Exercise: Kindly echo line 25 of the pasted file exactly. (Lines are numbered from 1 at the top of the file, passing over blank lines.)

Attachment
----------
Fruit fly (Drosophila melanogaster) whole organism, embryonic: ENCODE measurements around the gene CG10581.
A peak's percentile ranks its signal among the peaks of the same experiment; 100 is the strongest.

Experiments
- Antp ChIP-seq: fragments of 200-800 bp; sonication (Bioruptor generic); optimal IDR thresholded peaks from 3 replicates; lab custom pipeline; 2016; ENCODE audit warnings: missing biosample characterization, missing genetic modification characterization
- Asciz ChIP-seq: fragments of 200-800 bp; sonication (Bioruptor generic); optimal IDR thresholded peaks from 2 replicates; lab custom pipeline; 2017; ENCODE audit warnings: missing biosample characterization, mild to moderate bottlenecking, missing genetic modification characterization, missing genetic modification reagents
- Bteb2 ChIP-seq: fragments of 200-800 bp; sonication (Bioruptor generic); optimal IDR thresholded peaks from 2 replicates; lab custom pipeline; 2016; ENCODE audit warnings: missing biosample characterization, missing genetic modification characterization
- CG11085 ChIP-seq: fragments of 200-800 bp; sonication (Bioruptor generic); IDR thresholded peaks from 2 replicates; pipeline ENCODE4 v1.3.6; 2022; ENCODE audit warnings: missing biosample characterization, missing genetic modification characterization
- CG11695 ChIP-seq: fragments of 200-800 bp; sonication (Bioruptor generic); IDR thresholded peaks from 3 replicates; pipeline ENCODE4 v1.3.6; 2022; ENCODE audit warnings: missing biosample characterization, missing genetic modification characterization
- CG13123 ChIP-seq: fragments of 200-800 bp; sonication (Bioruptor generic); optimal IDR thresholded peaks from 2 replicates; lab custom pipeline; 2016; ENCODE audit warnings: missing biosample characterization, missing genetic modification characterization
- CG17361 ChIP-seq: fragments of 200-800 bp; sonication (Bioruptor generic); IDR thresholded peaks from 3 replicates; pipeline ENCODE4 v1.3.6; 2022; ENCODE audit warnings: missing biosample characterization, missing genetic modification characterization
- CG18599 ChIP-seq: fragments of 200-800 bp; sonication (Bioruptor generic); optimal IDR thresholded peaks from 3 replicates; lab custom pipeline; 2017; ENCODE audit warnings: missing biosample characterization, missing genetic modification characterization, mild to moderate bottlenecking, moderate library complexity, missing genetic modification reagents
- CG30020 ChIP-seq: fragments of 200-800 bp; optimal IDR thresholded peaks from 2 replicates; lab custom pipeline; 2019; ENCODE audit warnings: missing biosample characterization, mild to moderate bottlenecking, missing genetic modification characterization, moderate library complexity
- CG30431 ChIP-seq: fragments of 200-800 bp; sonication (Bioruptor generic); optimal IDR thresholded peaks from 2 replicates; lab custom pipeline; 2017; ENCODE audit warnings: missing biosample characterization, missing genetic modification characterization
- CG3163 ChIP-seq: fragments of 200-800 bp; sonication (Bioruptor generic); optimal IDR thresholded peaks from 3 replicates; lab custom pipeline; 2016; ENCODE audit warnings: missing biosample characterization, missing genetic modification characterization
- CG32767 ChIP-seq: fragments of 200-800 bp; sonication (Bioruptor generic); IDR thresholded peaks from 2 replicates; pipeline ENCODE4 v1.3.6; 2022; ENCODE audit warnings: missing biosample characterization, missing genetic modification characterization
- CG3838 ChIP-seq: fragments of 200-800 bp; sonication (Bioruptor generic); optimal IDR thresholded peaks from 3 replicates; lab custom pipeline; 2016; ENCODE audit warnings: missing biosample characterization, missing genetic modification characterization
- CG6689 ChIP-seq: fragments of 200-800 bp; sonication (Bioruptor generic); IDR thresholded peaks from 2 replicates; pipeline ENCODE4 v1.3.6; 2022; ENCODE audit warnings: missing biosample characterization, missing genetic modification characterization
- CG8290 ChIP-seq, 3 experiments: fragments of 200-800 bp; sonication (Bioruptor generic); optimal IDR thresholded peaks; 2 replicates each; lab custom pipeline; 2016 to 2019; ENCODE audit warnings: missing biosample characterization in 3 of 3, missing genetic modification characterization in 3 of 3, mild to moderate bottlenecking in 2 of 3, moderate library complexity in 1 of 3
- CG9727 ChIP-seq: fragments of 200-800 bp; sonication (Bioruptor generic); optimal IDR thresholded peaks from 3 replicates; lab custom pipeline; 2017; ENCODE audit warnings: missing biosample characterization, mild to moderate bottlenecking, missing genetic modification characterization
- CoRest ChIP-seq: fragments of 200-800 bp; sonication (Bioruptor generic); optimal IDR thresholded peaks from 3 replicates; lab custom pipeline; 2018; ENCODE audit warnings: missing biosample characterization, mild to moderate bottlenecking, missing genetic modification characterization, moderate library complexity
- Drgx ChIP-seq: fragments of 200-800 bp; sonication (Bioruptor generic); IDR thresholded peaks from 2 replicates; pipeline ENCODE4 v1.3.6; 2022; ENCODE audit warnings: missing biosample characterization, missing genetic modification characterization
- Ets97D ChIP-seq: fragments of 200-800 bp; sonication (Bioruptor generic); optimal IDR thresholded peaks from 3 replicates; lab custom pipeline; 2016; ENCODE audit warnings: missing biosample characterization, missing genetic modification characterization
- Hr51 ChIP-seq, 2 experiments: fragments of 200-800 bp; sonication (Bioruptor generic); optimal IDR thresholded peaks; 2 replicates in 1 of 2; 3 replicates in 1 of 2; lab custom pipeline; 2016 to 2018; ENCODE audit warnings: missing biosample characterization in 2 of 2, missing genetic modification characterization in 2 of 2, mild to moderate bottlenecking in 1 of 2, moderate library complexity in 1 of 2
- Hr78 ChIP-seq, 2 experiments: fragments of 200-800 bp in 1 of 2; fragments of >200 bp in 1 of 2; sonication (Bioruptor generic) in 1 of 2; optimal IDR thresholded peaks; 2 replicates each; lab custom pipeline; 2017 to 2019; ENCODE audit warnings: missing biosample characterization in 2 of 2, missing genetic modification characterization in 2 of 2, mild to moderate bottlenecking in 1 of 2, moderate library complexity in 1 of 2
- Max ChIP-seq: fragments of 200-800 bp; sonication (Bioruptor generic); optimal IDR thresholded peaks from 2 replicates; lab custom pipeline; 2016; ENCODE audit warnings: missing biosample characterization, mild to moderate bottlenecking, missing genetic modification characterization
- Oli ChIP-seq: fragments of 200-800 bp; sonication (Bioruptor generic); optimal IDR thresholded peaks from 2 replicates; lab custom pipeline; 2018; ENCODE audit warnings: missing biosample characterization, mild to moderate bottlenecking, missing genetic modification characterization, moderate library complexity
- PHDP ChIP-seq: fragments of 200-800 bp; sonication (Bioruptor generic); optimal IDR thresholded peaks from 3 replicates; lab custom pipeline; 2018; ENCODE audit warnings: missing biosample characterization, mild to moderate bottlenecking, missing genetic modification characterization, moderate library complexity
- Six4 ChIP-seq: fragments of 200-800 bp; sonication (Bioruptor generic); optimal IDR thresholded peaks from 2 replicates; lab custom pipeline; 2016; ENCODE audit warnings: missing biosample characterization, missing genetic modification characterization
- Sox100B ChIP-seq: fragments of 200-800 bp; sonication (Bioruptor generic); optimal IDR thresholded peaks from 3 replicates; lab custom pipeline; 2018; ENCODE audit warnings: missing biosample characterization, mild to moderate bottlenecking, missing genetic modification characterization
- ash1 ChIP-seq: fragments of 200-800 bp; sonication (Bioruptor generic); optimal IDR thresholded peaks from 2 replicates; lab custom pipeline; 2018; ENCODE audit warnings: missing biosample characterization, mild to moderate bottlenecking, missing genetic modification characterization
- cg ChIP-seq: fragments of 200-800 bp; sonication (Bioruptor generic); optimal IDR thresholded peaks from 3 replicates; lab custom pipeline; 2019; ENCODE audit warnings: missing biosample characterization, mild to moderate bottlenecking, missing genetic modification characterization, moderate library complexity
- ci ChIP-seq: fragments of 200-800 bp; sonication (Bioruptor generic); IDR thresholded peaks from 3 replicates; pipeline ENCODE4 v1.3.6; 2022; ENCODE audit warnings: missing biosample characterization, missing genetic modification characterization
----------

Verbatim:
- Max ChIP-seq: fragments of 200-800 bp; sonication (Bioruptor generic); optimal IDR thresholded peaks from 2 replicates; lab custom pipeline; 2016; ENCODE audit warnings: missing biosample characterization, mild to moderate bottlenecking, missing genetic modification characterization